We saw last time that Jesus used the term ‘Hades’ when he described the fate of the rich man and Lazarus (Lk 16:19-31). Because he also used the term ‘Hades’ in one place and ‘Gehenna’ in another, it is likely this was intentional. This gives us a clue that there is a difference between the two even if some translate both as ‘hell.’ So what message was he trying to get across?
First, we need to understand how this term came about. We need to go back to the book of Joshua to find its first occurrence. We find that the border between Judah and Benjamin was the Valley of Ben Hinnom (Js 15:8), just south of Jerusalem. We don’t really know anything about who Hinnom was or his son, but the term became renowned. This valley also became the place where child sacrifice was practiced by Kings Ahaz (2Ch 28:3) and Manasseh (2Ch 33:6). King Josiah desecrated the place to prevent sacrifices from reoccurring (1Ki 23:10). Over time, this area became used as a refuse dump and a fire was continuously burning. The Hebrew word for ‘valley’ is ‘gei’ and the Hebrew term Ge-Hinnom when stated in Greek is Gehenna.
When Christ used the term Gehenna, he was admonishing people to avoid being cast into it at all costs and do whatever it would take to avoid it (Mt 5:22, 29-30; 10:28; 18:9; 23:15, 33; Mk 9:43, 45, 47; Lk 12:5). It would seem he used people’s knowledge of the Gehenna of the day as a reference to what God would do at some point in the future.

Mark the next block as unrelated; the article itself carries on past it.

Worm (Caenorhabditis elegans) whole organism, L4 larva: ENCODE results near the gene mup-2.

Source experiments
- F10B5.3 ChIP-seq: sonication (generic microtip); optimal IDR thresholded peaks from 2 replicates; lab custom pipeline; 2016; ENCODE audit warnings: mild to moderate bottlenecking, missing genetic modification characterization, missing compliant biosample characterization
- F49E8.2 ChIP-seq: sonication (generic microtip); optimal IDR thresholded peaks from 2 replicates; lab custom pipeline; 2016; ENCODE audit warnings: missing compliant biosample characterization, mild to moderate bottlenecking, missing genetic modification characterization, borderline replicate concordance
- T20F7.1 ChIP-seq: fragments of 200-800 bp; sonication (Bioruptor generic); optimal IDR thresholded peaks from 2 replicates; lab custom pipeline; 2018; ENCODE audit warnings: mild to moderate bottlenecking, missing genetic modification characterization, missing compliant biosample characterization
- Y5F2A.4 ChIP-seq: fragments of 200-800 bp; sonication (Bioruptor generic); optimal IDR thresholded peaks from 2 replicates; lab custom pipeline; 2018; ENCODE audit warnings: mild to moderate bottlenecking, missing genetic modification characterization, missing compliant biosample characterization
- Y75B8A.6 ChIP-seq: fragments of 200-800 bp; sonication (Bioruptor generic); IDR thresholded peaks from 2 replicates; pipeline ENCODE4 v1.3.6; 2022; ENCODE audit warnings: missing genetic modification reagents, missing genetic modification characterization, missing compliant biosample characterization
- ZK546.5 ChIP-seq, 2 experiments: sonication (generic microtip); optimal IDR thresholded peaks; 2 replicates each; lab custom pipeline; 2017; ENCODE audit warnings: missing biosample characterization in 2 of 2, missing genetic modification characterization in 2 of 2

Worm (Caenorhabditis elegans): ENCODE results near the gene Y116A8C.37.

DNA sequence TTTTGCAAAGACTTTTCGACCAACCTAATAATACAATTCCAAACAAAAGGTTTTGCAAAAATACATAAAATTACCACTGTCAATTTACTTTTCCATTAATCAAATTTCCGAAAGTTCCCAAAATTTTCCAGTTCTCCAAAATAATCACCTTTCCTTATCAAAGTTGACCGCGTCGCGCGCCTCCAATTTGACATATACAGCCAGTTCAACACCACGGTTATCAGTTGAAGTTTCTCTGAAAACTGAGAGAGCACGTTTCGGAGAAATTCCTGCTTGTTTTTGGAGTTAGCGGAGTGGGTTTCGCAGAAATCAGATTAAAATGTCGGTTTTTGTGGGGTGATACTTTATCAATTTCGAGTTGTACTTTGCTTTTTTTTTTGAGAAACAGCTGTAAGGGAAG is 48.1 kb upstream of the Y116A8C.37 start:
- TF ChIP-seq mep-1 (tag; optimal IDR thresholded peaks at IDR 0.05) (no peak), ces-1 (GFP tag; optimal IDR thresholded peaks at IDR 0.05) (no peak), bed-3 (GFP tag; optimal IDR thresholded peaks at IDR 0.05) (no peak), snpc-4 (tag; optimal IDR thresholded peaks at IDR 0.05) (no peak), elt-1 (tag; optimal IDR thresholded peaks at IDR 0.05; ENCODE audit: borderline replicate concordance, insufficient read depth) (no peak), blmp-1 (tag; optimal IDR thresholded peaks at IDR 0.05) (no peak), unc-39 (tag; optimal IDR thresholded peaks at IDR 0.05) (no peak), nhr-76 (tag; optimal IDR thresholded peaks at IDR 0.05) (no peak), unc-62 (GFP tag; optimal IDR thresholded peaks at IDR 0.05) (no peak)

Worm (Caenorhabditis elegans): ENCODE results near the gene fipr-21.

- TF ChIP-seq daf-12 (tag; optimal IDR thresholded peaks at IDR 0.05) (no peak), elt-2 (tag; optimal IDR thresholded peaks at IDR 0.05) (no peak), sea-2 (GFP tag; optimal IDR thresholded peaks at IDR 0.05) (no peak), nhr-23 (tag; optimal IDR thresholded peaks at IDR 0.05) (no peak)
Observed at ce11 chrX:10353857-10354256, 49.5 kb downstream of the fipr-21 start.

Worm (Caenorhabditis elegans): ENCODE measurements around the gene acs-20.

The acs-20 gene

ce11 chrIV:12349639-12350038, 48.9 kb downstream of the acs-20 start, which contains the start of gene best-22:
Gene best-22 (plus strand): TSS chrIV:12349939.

This is not just a New Testament idea. The prophet Isaiah did present this concept (Is 66:22-14). The context of these versus is when the new heavens and new earth will be created. In Revelation 20, this same context talks about the Great White Throne judgment and those not found written in the Book of Life being cast into the Lake of Fire (Rv 20:11-15). From this, it would seem Gehenna and Lake of Fire are synonymous. Therefore, Christ’s warning about Gehenna is his warning about the final, and eternal, Lake of Fire. These verses also reveal that Hades and Gehenna are not the same as even Hades is cast into Gehenna (Rv 20:14). As stated in a previous post, Hades is an intermediate state. We see here that Gehenna is a final state (Mk 9:48; Is 66:24).
All of these scriptures show the Bible has a cohesive message and, therefore, we should pay special attention as it has everlasting relevance for each individual.
In our next post, we will look at another term that many times gets translated as hell, but has a very distinct meaning.
Heaven & Hell
Biblical Antinomy: Free Will vs Predestination